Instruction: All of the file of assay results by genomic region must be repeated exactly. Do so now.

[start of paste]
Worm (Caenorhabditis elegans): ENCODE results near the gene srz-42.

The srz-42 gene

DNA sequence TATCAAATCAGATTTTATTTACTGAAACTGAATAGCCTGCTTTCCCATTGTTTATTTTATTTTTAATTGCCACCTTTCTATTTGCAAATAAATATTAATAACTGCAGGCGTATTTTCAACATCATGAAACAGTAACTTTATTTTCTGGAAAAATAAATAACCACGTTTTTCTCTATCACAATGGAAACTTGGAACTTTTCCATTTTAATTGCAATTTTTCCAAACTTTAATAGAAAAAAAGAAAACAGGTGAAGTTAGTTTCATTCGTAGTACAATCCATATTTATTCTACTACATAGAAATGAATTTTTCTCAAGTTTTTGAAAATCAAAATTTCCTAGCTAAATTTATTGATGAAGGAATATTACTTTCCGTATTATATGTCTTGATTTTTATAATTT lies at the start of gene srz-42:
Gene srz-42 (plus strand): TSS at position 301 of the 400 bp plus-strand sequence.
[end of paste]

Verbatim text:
Worm (Caenorhabditis elegans): ENCODE results near the gene srz-42.

The srz-42 gene

DNA sequence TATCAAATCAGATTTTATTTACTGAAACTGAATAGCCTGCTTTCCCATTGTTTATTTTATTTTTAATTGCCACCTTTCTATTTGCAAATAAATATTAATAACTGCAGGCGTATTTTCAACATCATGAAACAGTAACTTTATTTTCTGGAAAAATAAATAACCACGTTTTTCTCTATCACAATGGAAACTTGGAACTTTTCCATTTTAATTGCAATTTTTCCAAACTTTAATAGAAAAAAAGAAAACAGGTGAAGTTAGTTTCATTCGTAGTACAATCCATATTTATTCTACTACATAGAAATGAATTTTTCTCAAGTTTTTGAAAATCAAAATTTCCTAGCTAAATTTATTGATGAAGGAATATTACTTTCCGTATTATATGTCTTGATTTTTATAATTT lies at the start of gene srz-42:
Gene srz-42 (plus strand): TSS at position 301 of the 400 bp plus-strand sequence.